When we think of hacking, we can sometimes think of cyber geniuses who managed to break into untouchable systems. But the majority of successful hacks are pulled off by people who know as much about computers as their victims.
Social engineering leans on human experiences and emotions to coax people into doing something they shouldn’t. As the name implies, the approach taps into how people relate to one another to manipulate a user into a certain response. We’ll look at how this scam works and how you can prevent attacks.
What Is Social Engineering?
Social engineering is a somewhat broad definition, but the idea is to exploit how people think. The scammer is essentially manipulating a person into doing something specific, typically for one of two things:
- Disruption: The criminal will want to corrupt data to hurt the company (and likely ask for a ransom in return).
- Steal: The criminal will directly steal money, information, or exclusive access.
With social engineering, the bad actor is hiding both their identity and motive in an attempt to exploit another person for their own gain. They rely on human emotions to motivate people to do what they want. In other words, these criminals use subtle maneuvers to gain a person's trust somehow and then exploit it.
How Does the Cycle Work?
There are a few key steps that we see again and again with social engineering:
- Information is gathered about the individual or company being targeted.
- Infiltration occurs with the goal of establishing a relationship or sense of trust.
- The attack is advanced by exploiting the victim's weaknesses.
- The criminal disengages after the victim takes the desired action.
It might be a single fake phone call or email, but sometimes it's social media conversations that take place over the course of months. Once in a while, it's an in-person affair (though this is much rarer). In some cases, there's no interaction at all. For instance, a criminal might look over an employee's shoulder when they're in a hotel room or coffee shop and watch their keystrokes.
Once the hacker has achieved what they were looking for, they cut off communication. This 'achievement' might mean downloading malware that instantly announces itself to the victim, so the employee knows instantly that they made a mistake.
More often, though, the infiltration or error isn't immediately detected. Maybe the hacker simply verified a key detail (e.g., the employee's date of birth, etc.) and plans to use it next month. Maybe the hacker installed scareware that lies in wait until the system is the most vulnerable.
Traits of Social Engineering
There are a few important traits of social engineering that can be used to spot an attack:
- A play on emotions: Social engineers are likely to appeal to a person's sense of fear, excitement, anger, sadness, or guilt.
- Act now: Any time-sensitive demand, whether it's a prize that needs to be claimed or a problem that requires immediate attention, should be verified before anyone takes action.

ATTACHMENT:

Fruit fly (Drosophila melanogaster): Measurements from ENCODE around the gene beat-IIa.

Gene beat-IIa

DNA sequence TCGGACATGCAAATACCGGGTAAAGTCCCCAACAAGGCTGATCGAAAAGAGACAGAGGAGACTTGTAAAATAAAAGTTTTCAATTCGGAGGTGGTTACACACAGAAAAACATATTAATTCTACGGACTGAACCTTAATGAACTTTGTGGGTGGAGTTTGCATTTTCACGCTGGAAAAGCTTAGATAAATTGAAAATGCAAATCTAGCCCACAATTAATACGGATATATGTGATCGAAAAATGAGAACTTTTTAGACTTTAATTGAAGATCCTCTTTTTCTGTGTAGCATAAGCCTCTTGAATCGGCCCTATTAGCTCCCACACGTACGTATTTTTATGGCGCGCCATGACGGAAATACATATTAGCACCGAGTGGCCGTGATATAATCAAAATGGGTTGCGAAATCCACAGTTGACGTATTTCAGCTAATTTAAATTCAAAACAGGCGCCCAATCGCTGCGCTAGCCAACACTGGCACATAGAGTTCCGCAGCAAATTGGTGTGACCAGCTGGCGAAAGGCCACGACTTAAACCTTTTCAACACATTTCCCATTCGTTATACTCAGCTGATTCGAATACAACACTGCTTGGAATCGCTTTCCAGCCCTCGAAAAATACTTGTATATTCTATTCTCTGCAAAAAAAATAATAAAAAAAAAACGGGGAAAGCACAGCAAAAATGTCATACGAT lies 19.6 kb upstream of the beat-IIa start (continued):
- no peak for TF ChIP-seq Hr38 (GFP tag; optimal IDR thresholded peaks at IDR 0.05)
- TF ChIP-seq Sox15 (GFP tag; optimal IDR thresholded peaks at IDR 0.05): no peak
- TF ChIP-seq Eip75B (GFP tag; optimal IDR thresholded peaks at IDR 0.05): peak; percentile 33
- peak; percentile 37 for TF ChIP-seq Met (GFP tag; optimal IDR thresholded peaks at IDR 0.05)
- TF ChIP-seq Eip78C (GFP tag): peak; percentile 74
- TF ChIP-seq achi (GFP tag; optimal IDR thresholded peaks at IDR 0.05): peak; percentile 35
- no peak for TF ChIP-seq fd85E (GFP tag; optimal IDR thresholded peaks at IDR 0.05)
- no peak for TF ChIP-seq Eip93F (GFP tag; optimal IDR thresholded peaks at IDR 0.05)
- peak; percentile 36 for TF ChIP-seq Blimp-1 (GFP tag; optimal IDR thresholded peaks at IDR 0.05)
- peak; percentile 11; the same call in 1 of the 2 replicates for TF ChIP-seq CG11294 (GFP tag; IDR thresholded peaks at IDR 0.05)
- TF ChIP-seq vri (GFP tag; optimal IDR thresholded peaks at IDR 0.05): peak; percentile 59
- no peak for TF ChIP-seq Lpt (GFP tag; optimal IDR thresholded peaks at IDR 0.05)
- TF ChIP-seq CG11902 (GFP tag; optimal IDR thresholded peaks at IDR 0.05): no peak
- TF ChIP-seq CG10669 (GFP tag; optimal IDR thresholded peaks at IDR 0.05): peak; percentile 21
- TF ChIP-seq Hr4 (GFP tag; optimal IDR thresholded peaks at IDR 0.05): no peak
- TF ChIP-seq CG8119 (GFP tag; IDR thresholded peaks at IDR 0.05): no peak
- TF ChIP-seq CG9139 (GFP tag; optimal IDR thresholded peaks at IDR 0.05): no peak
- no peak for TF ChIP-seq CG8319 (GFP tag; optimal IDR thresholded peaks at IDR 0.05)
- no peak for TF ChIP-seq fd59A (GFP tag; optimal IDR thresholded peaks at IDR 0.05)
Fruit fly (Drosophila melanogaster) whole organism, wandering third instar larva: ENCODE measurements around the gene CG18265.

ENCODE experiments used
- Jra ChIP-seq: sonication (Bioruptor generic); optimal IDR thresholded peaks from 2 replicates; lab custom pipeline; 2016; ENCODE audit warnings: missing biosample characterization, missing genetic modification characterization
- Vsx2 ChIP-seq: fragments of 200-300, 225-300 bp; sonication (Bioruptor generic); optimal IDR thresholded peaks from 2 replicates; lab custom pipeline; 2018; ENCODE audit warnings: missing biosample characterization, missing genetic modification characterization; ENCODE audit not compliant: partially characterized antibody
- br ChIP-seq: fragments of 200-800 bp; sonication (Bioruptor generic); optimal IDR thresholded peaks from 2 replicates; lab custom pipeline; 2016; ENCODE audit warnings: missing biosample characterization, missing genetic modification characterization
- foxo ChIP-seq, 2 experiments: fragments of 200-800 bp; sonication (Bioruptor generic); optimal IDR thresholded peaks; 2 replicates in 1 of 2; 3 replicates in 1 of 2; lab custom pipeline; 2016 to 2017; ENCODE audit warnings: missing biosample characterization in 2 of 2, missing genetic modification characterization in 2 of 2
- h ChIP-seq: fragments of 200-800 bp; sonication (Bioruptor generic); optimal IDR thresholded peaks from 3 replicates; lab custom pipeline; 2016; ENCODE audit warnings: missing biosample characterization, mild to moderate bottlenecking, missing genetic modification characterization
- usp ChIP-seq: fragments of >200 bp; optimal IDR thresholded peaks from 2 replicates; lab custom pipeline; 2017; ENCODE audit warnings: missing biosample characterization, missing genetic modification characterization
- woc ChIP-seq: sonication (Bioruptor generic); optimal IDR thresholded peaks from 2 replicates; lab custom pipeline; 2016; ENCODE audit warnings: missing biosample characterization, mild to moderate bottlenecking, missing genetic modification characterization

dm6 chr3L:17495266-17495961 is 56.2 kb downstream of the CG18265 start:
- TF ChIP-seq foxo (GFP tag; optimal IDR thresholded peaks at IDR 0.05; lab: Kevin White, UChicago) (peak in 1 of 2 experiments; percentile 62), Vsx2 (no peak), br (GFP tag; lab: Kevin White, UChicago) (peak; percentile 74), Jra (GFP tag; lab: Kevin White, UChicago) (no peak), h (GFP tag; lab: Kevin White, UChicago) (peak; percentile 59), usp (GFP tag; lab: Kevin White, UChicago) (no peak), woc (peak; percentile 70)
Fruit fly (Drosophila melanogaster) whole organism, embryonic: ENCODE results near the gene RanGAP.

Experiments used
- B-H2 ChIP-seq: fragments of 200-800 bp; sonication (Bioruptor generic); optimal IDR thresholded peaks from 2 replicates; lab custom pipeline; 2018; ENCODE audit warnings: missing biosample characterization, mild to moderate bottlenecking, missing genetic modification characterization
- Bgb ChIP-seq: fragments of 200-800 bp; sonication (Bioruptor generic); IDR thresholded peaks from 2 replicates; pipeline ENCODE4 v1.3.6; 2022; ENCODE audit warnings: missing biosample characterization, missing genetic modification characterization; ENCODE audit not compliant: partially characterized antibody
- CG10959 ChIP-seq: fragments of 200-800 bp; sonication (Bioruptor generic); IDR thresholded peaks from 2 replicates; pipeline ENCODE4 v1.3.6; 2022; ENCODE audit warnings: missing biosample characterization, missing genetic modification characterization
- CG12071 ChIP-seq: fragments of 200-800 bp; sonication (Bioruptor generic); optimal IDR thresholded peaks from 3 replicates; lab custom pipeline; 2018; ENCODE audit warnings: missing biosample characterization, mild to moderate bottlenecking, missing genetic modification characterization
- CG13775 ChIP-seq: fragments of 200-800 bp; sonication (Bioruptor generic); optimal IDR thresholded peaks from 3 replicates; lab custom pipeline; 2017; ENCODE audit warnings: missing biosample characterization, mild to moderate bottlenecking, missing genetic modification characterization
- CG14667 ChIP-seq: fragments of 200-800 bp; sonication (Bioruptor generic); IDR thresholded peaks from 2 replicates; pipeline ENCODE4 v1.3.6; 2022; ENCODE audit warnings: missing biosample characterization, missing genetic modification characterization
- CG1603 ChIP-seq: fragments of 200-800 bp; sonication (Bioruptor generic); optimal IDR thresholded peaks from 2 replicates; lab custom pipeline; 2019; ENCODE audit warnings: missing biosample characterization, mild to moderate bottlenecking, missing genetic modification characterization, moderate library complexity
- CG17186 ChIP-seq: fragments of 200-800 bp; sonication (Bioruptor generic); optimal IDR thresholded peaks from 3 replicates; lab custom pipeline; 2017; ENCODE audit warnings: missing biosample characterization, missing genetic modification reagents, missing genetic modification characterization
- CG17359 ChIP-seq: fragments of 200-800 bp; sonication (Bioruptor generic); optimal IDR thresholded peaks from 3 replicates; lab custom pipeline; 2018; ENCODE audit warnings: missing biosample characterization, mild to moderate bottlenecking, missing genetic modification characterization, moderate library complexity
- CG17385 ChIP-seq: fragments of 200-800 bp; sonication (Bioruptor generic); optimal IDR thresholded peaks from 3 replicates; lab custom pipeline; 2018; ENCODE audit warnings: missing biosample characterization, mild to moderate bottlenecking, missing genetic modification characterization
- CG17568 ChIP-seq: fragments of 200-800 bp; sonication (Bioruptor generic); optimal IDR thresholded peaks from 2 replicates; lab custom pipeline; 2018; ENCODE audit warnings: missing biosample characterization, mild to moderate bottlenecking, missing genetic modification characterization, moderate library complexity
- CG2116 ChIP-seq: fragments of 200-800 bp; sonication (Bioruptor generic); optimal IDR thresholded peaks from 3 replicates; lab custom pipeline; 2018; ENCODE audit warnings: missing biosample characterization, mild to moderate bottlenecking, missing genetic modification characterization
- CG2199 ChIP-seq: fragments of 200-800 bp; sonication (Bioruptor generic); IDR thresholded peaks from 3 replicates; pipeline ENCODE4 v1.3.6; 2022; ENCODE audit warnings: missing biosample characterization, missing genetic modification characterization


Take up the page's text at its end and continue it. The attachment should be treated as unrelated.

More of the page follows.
- Believability: Criminals are confident when they ask for information. If they're not believable, they won't be able to get very far.
While some social engineering campaigns are perpetrated against thousands of people in hopes that one or two will stick, others are incredibly complex. It might mean months of research about a single employee: where they live, who their boss is, what time they show up for work, what coworkers they interact with regularly. That kind of information is exceptionally helpful to a person who wants to establish credibility and can really improve a criminal's odds of success.
Hackers don't need to know very much about computers with social engineering — they only need to know how people use computers. This form of criminality is often used as part of larger criminal campaigns to infiltrate bigger systems.
Social Engineering Techniques, Tactics and Examples
We'll start with definitions and then flesh them out so you can see how it works in the real world. Common types of social engineering include:
- Email spamming: Most people know that they should avoid spam, but some messages will still slip through.
- Phishing: A phishing scam relies on sending legitimate emails to people and requesting their personal data.
- Baiting: Baiting can rely on external devices as a means to install malware. However, this verb can also refer to anyone who is trying to coax another person into believing a certain scenario (e.g., a fake seller on eBay with a great rating).
- Vishing: Sometimes called voice phishing, this scam will impersonate a legitimate phone number. The scammer on the other end will pretend to be anyone from a friend to a coworker.
- Smishing: A smishing attack will be sent via text messages or SMS. Because people generally trust their smartphones, this technique can be very effective at getting victims to reveal their sensitive data or account information.
- Pretexting: Pretextending is a general term that refers to anyone pretending to be someone else to gain anything from financial information to a Social Security Number. This form of social engineering is one of the most popular — and one of the most effective.
- Quid pro quo: A quid pro quo type of social engineering attack will ask someone to trade information for a specific purpose.
The most important part of social engineering is that whatever the scam happens to be, it somehow appears credible. The cybercriminal is trying to bypass anything from advanced antivirus software to just people's general sense of suspicion. To do this, they typically rely on either personal data or plain old human nature.